Barnicle: I think, listen, it's still a great, but vastly diminished business, due to economics and everything like that. I don't think we treat people very well in the media. Both as customers, and I call them customers, of newspapers and magazines, or TV news, and we don't understand that the greatest story that we could tell each and every day, is the story of the people around us. The people who buy the product, who buy the papers, who buy the magazines. And there's an attack mentality, especially in newspapers, TV is basically skywriting, especially in newspapers, that makes people uncomfortable. It just does. And to ignore that, to deny, that that's the case, is foolish. You know, I'm not saying every edition you have to have all good news in the paper, that can't happen. But the things that we fail at, I happen to think, my opinion, are the most critical aspects of our culture. We fail to cover public education in the country, the way we should. Whether we're talking about the Boston public school system, the New York, or the Washington public school system.
We fail to cover it, and I've always believed that you can go into a third or a fourth grade class in this city or any other city and you are going to be looking at the face of the future of that particular city. And we have no frame of reference for it. There are very few people working at the New York Times, or the Boston Globe, or the Washington Post, who have a couple of kids in public schools who are just scraping to get by. We live a pretty comfortable life, comparatively speaking, members of the media. We get a paycheck, and we've lost—I think, for no other reason than the demographics of the business—we've lost the capacity to feel part of the community where we grew up. That's obviously the result of a lot of different things.
When I first worked at the Boston Globe, everyone in the newsroom went to places like Boston University, where I went, or Boston College. There were several people from Harvard there. They could tell you all the stops on the Red Line. They grew up here. They lived here for long periods of time. Their family was from here. They would actually know people who were firefighters, or cops, of school teachers. It's nobody's fault, and that's happened less and less. It's happened all over. It's become like a prized profession. You went to Duke University. You’re from Pennsylvania. What are you doing here for Boston magazine? It's a bonus of a job.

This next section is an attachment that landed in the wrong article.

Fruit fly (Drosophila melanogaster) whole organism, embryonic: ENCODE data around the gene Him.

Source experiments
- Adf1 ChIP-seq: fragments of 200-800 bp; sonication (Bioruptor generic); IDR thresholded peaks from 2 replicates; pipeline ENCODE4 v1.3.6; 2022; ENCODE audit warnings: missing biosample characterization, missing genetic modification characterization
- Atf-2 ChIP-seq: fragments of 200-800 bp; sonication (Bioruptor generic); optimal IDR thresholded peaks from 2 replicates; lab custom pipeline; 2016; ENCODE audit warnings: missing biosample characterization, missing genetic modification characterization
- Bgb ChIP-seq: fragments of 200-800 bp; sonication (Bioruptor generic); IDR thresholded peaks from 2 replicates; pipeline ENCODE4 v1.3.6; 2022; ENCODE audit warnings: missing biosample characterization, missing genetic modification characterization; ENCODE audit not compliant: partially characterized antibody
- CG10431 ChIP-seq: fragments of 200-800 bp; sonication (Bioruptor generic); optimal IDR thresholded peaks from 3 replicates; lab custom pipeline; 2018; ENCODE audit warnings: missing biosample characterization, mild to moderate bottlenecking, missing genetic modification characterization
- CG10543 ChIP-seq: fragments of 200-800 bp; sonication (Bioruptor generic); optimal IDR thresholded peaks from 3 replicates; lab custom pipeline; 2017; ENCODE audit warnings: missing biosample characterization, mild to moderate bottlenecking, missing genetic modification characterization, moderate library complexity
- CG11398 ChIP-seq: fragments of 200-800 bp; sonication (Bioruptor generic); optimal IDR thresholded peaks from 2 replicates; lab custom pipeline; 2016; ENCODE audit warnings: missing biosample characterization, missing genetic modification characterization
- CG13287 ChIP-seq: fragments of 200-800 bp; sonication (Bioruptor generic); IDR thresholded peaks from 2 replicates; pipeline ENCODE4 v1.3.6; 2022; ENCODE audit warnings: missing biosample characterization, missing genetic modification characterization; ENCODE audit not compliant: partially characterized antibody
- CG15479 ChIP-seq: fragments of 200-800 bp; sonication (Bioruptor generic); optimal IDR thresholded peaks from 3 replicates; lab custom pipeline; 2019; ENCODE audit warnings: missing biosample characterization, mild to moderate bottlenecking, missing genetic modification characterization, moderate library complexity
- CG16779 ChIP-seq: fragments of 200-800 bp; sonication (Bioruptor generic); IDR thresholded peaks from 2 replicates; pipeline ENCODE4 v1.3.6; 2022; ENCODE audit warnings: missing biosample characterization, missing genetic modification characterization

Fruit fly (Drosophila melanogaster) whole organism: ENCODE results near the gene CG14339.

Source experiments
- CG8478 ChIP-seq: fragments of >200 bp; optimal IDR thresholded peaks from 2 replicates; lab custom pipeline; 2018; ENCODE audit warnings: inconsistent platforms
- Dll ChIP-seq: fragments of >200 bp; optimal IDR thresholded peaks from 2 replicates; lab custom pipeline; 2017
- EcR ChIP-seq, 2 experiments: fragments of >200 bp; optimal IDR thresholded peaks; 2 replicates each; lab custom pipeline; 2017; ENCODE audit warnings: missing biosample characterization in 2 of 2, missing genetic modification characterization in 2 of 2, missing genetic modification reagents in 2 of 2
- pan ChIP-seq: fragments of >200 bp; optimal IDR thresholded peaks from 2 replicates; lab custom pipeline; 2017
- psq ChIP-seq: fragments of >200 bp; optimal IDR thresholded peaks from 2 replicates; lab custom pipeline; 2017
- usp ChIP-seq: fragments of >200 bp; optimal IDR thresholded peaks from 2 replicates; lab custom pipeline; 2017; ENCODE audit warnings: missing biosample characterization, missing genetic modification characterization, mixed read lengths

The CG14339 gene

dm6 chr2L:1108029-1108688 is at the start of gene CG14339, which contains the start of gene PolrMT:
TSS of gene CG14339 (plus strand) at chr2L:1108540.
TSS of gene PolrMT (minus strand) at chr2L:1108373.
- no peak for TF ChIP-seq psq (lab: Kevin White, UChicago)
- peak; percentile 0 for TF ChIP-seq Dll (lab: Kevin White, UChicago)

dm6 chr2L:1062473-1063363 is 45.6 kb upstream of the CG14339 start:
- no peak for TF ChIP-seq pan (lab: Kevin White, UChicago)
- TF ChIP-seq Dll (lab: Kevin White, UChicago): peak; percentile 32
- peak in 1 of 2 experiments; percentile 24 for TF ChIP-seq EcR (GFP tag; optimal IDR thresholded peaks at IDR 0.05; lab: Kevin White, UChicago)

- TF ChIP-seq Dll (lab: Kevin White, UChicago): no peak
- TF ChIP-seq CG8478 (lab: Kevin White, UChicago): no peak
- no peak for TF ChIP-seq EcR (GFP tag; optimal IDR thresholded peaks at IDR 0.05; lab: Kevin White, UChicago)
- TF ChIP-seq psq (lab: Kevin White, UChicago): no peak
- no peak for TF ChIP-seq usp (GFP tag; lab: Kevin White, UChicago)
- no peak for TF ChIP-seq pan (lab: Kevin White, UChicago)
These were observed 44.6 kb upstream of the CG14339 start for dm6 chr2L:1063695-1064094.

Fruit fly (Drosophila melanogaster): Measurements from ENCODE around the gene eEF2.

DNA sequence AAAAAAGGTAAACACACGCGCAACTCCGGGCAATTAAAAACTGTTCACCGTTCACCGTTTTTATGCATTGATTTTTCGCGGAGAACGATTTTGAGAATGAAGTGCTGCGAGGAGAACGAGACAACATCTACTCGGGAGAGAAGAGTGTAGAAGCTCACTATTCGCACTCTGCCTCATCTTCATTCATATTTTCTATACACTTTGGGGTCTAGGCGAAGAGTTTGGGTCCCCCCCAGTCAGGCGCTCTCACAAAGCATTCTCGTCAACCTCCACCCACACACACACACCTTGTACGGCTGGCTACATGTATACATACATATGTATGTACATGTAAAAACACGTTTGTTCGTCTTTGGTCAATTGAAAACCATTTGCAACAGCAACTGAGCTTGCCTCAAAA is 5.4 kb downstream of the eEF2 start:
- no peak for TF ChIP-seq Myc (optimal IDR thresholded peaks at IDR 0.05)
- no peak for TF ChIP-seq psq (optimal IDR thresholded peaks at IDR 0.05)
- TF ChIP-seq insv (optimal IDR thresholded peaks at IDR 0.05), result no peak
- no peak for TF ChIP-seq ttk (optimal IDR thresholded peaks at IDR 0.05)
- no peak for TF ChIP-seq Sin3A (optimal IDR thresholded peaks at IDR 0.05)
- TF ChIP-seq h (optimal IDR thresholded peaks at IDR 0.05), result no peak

Burnett: When you were doing the column, you certainly wrote a lot about the people who were the readers, the customers… Does this represent an evolution in your own thinking about the role, and the effect of that kind of coverage?
Barnicle: No. I've felt like this for years. For years. If you look back, I don't know what you'd call me attacking someone. I used to go to the State House to the office of the late [Senate President] Kevin Harrington, and sit on his couch, and smoke a cigar. I mean, Bill Bulger didn’t speak to me for about 10 years, because I accused his brother of being the kingpin of the drug trade in South Boston in the late '70s and early '80s, but I have had relationship with these people. I liked them. I liked politicians.